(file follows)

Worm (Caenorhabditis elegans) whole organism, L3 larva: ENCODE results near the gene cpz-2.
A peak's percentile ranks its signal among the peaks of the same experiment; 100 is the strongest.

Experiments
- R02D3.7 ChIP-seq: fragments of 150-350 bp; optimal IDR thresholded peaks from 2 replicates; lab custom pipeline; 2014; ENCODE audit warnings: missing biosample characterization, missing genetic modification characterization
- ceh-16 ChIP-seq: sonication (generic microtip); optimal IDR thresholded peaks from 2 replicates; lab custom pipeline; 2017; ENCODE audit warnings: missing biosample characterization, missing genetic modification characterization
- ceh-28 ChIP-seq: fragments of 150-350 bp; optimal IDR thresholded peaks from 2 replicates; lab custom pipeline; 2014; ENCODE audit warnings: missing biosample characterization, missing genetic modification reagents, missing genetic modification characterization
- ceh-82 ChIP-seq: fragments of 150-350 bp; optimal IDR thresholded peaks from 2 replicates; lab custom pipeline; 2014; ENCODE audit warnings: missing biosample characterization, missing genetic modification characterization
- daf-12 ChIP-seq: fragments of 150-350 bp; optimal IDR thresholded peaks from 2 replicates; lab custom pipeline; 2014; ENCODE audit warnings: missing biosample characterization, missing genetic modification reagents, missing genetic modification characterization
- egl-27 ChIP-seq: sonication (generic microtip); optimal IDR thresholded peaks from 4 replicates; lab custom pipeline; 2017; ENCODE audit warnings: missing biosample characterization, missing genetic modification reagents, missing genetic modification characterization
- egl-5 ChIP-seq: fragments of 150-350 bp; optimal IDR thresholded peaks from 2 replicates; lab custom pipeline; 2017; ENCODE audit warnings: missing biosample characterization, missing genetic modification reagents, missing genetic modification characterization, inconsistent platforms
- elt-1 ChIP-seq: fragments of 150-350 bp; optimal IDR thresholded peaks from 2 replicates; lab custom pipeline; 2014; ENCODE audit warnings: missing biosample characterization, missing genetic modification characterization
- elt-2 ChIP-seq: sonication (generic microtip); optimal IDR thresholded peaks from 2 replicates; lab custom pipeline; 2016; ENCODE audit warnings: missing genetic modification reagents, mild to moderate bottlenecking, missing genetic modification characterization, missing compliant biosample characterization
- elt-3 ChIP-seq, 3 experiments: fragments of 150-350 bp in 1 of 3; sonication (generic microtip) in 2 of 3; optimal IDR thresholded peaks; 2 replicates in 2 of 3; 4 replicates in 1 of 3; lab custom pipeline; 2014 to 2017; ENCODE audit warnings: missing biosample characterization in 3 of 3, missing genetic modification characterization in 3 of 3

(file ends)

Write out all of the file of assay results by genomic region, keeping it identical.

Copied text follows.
Worm (Caenorhabditis elegans) whole organism, L3 larva: ENCODE results near the gene cpz-2.
A peak's percentile ranks its signal among the peaks of the same experiment; 100 is the strongest.

Experiments
- R02D3.7 ChIP-seq: fragments of 150-350 bp; optimal IDR thresholded peaks from 2 replicates; lab custom pipeline; 2014; ENCODE audit warnings: missing biosample characterization, missing genetic modification characterization
- ceh-16 ChIP-seq: sonication (generic microtip); optimal IDR thresholded peaks from 2 replicates; lab custom pipeline; 2017; ENCODE audit warnings: missing biosample characterization, missing genetic modification characterization
- ceh-28 ChIP-seq: fragments of 150-350 bp; optimal IDR thresholded peaks from 2 replicates; lab custom pipeline; 2014; ENCODE audit warnings: missing biosample characterization, missing genetic modification reagents, missing genetic modification characterization
- ceh-82 ChIP-seq: fragments of 150-350 bp; optimal IDR thresholded peaks from 2 replicates; lab custom pipeline; 2014; ENCODE audit warnings: missing biosample characterization, missing genetic modification characterization
- daf-12 ChIP-seq: fragments of 150-350 bp; optimal IDR thresholded peaks from 2 replicates; lab custom pipeline; 2014; ENCODE audit warnings: missing biosample characterization, missing genetic modification reagents, missing genetic modification characterization
- egl-27 ChIP-seq: sonication (generic microtip); optimal IDR thresholded peaks from 4 replicates; lab custom pipeline; 2017; ENCODE audit warnings: missing biosample characterization, missing genetic modification reagents, missing genetic modification characterization
- egl-5 ChIP-seq: fragments of 150-350 bp; optimal IDR thresholded peaks from 2 replicates; lab custom pipeline; 2017; ENCODE audit warnings: missing biosample characterization, missing genetic modification reagents, missing genetic modification characterization, inconsistent platforms
- elt-1 ChIP-seq: fragments of 150-350 bp; optimal IDR thresholded peaks from 2 replicates; lab custom pipeline; 2014; ENCODE audit warnings: missing biosample characterization, missing genetic modification characterization
- elt-2 ChIP-seq: sonication (generic microtip); optimal IDR thresholded peaks from 2 replicates; lab custom pipeline; 2016; ENCODE audit warnings: missing genetic modification reagents, mild to moderate bottlenecking, missing genetic modification characterization, missing compliant biosample characterization
- elt-3 ChIP-seq, 3 experiments: fragments of 150-350 bp in 1 of 3; sonication (generic microtip) in 2 of 3; optimal IDR thresholded peaks; 2 replicates in 2 of 3; 4 replicates in 1 of 3; lab custom pipeline; 2014 to 2017; ENCODE audit warnings: missing biosample characterization in 3 of 3, missing genetic modification characterization in 3 of 3